There is emerging data that suggests infectious agents, including viruses and fungi, may be associated with ALS. Enteroviruses have long been suspected to play a role in ALS due to their ability to infect motor neurons in the CNS and cause meningitis and encephalitis (Ravits, 2005). However, clinical data connecting enterovirus infection and ALS have been inconclusive. Several studies have identified enterovirus RNA in spinal cord tissue of 70–80% of ALS patients (Woodall et al., 1994; Berger et al., 2000); however, others have found no detectable viral RNA in ALS patients (Swanson et al., 1995; Nix et al., 2004). Therefore, further investigation into the role of enteroviruses in ALS is necessary in order to clarify this relationship. Other recent studies have identified DNA from several Candida spp. of fungi, as well as fungal antigens in the CSF and brain tissue of ALS patients (Alonso et al., 2015). This, coupled with the detection of fungal hyphae within the motor cortex and spinal cord of ALS patients (Alonso et al., 2017), supports the idea that infection may contribute to or exacerbate ALS pathology. Numerous cellular dysfunctions associated with ALS are impacted by infectious agents, including protein aggregation and mislocalization, and glutamate excitotoxicity (Van Damme et al., 2017). Better understanding of how infectious agents may contribute to these cellular mechanisms that lead to motor neuron deficit will improve our understanding of the progressive neurodegeneration associated with ALS.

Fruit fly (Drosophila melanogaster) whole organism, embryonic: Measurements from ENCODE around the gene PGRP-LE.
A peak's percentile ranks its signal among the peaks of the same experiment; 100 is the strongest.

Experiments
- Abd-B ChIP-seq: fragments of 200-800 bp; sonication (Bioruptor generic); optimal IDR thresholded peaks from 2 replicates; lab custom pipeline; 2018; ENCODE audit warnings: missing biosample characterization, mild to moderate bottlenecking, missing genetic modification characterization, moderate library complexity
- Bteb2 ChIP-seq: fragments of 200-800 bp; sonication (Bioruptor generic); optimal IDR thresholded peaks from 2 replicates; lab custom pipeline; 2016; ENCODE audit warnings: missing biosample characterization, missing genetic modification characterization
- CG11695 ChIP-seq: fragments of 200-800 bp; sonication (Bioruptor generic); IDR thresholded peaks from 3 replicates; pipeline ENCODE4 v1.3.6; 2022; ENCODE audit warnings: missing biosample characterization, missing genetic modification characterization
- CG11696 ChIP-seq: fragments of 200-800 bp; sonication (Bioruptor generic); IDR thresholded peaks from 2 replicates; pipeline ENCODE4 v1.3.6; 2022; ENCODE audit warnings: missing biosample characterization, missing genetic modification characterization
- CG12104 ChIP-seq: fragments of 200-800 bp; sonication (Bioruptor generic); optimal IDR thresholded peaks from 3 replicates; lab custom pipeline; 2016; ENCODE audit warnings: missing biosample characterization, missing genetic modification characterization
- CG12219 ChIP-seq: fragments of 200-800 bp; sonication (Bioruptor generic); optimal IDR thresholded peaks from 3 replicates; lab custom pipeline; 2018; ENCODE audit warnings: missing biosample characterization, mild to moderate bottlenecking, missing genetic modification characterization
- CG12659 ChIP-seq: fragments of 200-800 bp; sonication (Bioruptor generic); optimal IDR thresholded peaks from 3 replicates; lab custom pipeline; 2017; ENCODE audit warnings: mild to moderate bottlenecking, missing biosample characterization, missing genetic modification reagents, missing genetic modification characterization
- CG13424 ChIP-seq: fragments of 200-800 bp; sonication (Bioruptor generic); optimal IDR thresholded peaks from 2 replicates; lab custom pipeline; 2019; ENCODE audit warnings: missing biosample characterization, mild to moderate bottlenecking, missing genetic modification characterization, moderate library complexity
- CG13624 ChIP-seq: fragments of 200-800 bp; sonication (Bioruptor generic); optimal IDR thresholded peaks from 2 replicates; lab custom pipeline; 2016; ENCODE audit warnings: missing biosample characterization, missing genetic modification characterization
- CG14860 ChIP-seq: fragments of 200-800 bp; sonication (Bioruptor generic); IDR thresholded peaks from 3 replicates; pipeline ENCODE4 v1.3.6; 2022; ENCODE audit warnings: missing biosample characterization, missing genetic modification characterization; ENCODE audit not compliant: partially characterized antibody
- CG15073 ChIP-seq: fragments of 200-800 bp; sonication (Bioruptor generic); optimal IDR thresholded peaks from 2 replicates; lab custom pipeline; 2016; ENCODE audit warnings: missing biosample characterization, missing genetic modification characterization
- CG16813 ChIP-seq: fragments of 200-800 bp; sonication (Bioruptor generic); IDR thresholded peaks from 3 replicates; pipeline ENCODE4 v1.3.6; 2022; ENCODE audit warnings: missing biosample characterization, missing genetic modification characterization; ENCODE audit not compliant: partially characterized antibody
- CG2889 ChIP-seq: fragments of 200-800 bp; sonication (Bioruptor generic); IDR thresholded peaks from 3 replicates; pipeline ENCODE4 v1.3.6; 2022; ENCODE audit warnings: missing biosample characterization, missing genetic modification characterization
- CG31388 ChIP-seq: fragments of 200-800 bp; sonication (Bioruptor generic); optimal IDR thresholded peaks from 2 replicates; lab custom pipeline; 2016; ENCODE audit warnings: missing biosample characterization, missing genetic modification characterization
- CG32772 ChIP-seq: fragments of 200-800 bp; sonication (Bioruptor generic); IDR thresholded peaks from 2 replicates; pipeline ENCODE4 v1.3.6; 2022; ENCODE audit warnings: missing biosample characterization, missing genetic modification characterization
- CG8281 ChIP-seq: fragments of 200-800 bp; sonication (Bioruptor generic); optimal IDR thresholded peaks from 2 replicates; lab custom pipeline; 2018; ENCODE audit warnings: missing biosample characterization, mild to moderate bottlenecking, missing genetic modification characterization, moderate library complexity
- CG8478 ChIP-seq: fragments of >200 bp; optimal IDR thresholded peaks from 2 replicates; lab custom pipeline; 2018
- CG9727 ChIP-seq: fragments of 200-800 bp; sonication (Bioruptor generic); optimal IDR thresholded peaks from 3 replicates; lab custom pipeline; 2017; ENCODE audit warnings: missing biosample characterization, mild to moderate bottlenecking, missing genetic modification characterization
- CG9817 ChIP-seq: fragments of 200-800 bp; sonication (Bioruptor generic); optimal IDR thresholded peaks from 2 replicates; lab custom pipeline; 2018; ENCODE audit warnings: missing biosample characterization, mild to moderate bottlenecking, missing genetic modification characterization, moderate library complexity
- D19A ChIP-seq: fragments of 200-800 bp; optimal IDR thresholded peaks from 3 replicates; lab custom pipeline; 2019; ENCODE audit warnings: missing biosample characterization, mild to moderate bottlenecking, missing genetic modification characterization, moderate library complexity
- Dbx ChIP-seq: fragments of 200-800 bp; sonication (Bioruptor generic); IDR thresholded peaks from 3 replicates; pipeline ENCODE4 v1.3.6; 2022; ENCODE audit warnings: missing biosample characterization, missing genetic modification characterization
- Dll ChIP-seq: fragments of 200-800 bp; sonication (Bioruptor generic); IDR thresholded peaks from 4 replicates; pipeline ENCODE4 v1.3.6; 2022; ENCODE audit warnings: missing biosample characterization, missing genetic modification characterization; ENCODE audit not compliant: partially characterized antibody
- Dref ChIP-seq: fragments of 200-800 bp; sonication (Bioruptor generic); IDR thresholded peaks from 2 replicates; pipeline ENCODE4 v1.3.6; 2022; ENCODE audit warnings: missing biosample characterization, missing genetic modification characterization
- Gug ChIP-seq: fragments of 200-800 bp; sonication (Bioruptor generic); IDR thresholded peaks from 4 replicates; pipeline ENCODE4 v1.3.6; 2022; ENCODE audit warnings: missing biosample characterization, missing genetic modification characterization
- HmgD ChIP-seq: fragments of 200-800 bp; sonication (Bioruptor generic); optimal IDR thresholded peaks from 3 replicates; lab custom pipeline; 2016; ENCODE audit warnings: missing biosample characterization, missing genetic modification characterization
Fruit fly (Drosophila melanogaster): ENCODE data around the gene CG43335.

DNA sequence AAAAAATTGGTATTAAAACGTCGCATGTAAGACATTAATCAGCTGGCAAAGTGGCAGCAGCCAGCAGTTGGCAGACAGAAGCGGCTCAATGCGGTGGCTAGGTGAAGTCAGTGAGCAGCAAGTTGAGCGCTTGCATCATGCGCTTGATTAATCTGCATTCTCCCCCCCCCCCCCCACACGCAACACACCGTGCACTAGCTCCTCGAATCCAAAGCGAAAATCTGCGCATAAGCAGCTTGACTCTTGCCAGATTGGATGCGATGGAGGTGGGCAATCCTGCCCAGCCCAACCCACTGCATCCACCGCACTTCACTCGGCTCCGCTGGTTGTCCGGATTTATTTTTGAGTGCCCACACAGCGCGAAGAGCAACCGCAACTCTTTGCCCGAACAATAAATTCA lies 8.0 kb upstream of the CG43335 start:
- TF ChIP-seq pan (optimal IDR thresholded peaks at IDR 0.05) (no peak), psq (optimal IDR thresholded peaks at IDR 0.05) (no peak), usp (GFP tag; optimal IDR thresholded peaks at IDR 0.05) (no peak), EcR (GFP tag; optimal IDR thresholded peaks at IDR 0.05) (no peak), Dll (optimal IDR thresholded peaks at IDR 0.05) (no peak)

The presence of ubiquitinated protein aggregates in affected motor neurons is a central hallmark of disease; however, the composition of those aggregates varies among ALS patients (Blokhuis et al., 2013). The molecular characteristics and distribution of these protein aggregates, in many cases, are linked to the genetic mutations that cause the disease. However, proteinaceous aggregates of similar composition are also detected in non-mutation carriers, indicating a convergence of underlying cellular and pathological processes in both familial and sporadic cases of ALS (Blokhuis et al., 2013). The identification of ALS-associated mutations in two DNA/RNA binding proteins, TAR DNA-binding protein 43 (TDP-43) and protein fused in sarcoma (FUS), also implicate alterations in RNA processing as a key event in ALS pathogenesis (Lagier-Tourenne and Cleveland, 2009). Furthermore, mutations in TDP-43 lead to misfolded and truncated proteins, such as TDP-25 and TDP-35, as well as mislocalization from the nucleus to the cytoplasm (Prasad et al., 2019). Because the translocation of TDP-43 from the nucleus to the cytoplasm is tightly linked to the formation of pathological aggregates in the cytoplasm, it is difficult to decouple the consequences of its loss of function as a DNA-binding protein in the nucleus from the potentially toxic gain of function effects of the aggregates in the cytoplasm (Suk and Rousseaux, 2020). However, a similar cytoplasmic translocation occurs during HIV and fungal infection (Douville and Nath, 2017; French et al., 2019a). It is hypothesized that the release of neurotoxins, such as ochratoxin A, during fungal infection causes TDP-43 to mislocalize to the cytoplasm, leading to ALS pathogenesis (French et al., 2019b). The overall structure of TDP-43, along with its propensity to aggregate and mislocalize, is further influenced by post-translational modifications (François-Moutal et al., 2019). It has been demonstrated that infection with TMEV, both in vitro and in vivo, caused TDP-43 phosphorylation and cleavage, resulting in its cytoplasmic mislocalization and aggregation (Masaki et al., 2019). These data indicate that viral and fungal infections promote the neuropathology associated with ALS.